When Vancouver made the shortlist for the 2026 FIFA World Cup, B.C. youth soccer players started to believe their dream of playing on the world stage might just be possible.
“It’s been my dream to play in the World Cup ever since I was a small kid,” said Thomas Hasal.
The 18-year-old goalkeeper moved to the city from Saskatchewan to play in the Vancouver Whitecaps youth system.
Hasal has already represented Canada at the youth level and left home to join the Whitecaps nearly two years ago. He recalled the excitement of sharing the news of Vancouver making the shortlist with his family.
“We have been talking about how crazy it would be if Canada won the bid, and then for it to be in Vancouver. Can you imagine playing in the stadium just over there.”
Vancouver was shortlisted on Oct. 4 as one of four Canadian cities in a joint bid with the U.S. and Mexico. That has fired up not just young soccer players like Hasal, but also tourism boosters and local politicians.
The city was selected based on its reputation as a destination city with a history of hosting international sporting events. Furthermore, Vancouver’s BC Place, with its 54,500-person capacity, meets FIFA’s infrastructure requirements.
The announcement coincided with the Whitecaps securing its place in the Major League Soccer playoffs. The success of Vancouver’s franchise, which joined the MLS in 2011, has been credited with increasing the profile and popularity of soccer on the West Coast.
Jefferson Alade, another young Whitecap, also wants to pull on the jersey at a home World Cup. Given that Team Canada, which has not played in the World Cup since 1986, would qualify automatically as one of the three host nations, Alade might just get the chance.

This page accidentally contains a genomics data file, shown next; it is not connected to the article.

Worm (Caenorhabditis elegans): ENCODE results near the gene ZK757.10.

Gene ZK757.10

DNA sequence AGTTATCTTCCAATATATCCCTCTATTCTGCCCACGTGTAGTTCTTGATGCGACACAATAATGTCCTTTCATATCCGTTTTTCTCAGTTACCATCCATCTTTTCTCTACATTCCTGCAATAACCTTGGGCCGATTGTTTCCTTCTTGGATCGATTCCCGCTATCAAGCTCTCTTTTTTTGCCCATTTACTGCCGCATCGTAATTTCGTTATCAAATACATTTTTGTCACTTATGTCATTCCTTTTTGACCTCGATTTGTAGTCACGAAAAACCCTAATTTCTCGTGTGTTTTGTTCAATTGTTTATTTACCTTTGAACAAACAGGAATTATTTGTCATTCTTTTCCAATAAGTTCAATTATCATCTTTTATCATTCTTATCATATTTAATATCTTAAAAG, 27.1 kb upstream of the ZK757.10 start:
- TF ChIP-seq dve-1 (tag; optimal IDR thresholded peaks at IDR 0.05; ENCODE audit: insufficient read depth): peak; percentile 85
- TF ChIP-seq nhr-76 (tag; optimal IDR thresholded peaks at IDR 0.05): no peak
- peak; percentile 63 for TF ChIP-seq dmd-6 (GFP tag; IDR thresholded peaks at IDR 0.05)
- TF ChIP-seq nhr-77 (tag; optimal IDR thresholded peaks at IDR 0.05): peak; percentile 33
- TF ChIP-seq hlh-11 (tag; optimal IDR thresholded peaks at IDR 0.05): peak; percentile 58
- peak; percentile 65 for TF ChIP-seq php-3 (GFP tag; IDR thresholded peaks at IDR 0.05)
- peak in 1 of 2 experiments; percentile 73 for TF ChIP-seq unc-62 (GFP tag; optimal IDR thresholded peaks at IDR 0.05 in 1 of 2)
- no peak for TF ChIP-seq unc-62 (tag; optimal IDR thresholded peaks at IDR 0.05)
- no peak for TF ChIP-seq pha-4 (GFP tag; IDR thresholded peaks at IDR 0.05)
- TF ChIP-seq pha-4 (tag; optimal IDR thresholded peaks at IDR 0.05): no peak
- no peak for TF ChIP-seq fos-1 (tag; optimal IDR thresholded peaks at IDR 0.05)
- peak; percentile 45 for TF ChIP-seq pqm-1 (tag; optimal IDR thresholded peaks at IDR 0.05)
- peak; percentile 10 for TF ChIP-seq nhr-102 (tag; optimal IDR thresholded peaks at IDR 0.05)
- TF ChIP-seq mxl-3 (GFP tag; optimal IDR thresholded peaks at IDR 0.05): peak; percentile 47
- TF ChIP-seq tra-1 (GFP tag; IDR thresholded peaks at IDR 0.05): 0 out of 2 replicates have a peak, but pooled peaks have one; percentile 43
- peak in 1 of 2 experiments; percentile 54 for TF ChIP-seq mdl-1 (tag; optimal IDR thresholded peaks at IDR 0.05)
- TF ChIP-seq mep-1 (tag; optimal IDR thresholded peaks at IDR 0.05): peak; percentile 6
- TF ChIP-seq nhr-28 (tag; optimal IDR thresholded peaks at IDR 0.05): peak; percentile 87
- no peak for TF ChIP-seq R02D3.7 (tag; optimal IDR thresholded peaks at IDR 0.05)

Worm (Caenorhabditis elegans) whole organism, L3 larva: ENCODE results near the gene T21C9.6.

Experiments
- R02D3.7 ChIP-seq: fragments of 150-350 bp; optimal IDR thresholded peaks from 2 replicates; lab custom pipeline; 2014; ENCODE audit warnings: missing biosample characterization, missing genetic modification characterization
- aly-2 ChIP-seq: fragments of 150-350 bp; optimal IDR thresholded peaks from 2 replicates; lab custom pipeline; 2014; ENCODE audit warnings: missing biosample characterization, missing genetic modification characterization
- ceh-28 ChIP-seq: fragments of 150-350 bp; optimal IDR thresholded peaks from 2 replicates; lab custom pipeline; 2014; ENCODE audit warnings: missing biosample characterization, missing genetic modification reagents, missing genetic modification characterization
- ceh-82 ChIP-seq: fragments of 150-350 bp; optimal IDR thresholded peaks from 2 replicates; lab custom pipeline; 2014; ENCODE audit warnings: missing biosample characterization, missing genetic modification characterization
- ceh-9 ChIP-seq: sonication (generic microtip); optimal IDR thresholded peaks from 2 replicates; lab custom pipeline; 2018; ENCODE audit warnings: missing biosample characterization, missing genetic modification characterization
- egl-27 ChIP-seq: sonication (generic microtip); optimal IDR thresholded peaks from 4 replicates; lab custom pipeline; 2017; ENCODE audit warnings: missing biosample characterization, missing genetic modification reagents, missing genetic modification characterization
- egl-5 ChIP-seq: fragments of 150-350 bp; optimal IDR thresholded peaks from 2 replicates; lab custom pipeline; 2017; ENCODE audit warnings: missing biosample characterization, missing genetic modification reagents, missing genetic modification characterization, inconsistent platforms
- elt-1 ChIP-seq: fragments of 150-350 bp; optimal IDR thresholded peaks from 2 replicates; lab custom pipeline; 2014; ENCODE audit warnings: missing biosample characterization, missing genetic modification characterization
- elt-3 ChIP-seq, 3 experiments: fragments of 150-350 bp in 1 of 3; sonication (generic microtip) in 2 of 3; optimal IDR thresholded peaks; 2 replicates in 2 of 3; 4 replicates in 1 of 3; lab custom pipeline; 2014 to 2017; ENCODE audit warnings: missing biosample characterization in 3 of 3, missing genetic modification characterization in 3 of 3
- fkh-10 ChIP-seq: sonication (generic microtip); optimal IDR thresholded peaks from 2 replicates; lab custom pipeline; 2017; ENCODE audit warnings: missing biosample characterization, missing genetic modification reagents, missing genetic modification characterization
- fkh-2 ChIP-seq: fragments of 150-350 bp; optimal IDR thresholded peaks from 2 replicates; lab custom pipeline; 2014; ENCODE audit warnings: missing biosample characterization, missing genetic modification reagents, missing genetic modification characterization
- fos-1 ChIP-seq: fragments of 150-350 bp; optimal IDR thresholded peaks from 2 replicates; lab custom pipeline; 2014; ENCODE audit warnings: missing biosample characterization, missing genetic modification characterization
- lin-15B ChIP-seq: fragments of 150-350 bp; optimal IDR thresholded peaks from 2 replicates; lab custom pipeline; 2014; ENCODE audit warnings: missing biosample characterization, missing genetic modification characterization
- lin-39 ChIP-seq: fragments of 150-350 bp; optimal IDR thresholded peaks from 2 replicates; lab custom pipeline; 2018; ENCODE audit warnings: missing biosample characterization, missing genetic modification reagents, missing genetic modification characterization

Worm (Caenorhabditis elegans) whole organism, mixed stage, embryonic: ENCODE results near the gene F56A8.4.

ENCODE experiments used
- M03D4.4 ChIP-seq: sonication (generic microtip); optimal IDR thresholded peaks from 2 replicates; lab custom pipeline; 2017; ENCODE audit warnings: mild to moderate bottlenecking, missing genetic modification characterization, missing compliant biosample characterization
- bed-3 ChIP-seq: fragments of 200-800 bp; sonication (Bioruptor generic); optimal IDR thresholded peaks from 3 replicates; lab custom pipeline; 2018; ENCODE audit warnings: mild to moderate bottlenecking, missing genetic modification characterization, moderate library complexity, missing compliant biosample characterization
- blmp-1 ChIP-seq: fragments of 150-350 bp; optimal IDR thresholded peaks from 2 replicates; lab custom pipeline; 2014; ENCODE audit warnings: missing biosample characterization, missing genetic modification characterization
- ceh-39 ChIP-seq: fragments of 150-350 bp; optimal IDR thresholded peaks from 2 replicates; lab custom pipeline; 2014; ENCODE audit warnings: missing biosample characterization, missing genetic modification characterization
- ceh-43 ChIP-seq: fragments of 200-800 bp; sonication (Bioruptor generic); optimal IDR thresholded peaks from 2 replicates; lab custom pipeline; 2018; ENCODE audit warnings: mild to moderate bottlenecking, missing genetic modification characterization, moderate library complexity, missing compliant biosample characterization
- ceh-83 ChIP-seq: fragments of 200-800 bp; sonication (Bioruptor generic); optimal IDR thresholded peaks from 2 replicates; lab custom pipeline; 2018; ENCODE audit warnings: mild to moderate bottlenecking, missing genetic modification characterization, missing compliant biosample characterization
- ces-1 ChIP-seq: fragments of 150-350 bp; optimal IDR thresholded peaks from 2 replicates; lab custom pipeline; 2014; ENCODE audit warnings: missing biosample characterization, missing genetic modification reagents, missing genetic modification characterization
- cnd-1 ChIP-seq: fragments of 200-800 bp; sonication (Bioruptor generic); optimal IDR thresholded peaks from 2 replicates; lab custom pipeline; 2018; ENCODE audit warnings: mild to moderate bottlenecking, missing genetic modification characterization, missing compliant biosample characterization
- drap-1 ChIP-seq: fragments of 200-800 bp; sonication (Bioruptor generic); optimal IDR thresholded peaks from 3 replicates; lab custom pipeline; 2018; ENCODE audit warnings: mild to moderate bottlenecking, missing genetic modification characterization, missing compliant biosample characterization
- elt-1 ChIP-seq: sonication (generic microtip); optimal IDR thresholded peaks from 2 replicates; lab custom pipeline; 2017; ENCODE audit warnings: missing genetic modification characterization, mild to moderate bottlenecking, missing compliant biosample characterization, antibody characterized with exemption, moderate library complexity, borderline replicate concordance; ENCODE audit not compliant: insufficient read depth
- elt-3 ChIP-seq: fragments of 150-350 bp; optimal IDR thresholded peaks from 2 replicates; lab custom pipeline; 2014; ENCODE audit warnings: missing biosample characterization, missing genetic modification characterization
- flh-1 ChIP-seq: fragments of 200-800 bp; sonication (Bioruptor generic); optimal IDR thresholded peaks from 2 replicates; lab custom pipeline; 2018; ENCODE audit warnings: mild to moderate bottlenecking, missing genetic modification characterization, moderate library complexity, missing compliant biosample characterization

“That’s the goal. Ending up representing Canada in front of millions of people would be a dream come true.”
According to Vancouver Mayor Gregor Robertson, the city is a strong candidate to host the tournament. He has pointed to Vancouver’s history of attracting high-profile international sporting events like the 2010 Winter Olympics, the HSBC Rugby World Sevens Series, and the 2015 FIFA Women’s World Cup.
It’s not just the players who are excited by the prospect of the World Cup coming to Vancouver. Coaching staff also anticipate potential changes in youth soccer.
“We have a strong grassroots level, but I think sometimes [players] don’t really know what the true elite level is. For aspiring players to experience that first-hand would give them that extra enthusiasm, motivation and aspiration,” said Adam Day, head coach of the Whitecaps under-17 division.
While soccer is immensely popular in Vancouver, there are very few opportunities to play professionally.
Rob Giezen, a youth coach at the West Vancouver Soccer Club, said it is a struggle for kids in the city to make it to the top level of the game, as the Whitecaps remain the only professional outlet in the area. Teams like the University of B.C. Thunderbirds are the highest level many players can get to at the amateur level.
“We don’t have any other clubs to go to. That’s why so many people have to go to Europe. Maybe something like the World Cup would help create a new Canadian Premier League.”
Financial gains from the World Cup could help make that a possibility.
According to Val Litwin, CEO of the B.C. Chamber of Commerce, if Vancouver was selected to host the World Cup, not only would this result in a boost in tourism revenue for the province but it could also lead to more funding for the local soccer community.
“Whenever you have a world-class sporting event come to town, you see a lift in attention and enthusiasm for these sports. When Canada won the gold medal in the 2010 Winter Olympics, people were playing street hockey all over the Lower Mainland for weeks and weeks. It just reignited everyone’s passion for the sport.”
Litwin anticipates hosting the World Cup would have a similar effect for soccer. He says this would likely prompt conversations around how to grow soccer in Vancouver as well as generate funding opportunities for increasing interest in the sport.
While the World Cup is still nine years away, Hasal and other young players are already preparing for the possibility of hosting the tournament and working harder than ever to make their dreams a reality.
“Being in the Whitecaps, you want to push to play in Vancouver. And being able to do it with a national team would be a dream come true.”